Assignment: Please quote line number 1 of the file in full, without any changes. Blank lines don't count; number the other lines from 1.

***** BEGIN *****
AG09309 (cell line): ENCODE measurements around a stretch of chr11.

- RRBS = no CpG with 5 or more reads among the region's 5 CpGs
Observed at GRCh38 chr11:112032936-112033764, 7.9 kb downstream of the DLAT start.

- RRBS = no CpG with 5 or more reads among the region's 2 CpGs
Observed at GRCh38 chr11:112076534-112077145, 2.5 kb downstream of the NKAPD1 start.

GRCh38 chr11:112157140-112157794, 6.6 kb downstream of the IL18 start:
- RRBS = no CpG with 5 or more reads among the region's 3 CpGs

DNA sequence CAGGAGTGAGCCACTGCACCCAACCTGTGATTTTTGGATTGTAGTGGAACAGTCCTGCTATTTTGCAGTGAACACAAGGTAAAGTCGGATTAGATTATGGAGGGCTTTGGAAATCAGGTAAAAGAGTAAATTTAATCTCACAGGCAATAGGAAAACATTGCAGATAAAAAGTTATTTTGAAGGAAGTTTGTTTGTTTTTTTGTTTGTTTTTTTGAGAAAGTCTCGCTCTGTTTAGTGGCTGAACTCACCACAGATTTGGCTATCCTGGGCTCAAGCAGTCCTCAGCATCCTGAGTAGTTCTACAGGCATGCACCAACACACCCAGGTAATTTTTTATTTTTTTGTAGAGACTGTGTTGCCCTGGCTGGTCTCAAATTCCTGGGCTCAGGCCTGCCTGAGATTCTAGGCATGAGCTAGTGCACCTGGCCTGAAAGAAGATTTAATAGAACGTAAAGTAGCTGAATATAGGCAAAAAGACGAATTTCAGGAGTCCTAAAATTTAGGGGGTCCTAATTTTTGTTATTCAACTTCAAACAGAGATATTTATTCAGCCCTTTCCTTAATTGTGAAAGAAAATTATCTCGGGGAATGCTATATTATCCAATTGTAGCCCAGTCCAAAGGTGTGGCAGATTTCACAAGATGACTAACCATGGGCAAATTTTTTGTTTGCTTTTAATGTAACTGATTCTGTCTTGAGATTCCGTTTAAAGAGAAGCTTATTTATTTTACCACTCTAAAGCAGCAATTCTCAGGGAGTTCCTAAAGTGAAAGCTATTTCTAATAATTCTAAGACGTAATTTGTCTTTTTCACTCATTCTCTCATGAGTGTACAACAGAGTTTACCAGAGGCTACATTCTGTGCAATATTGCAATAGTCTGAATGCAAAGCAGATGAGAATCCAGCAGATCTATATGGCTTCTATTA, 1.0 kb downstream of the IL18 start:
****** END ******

AG09309 (cell line): ENCODE measurements around a stretch of chr11.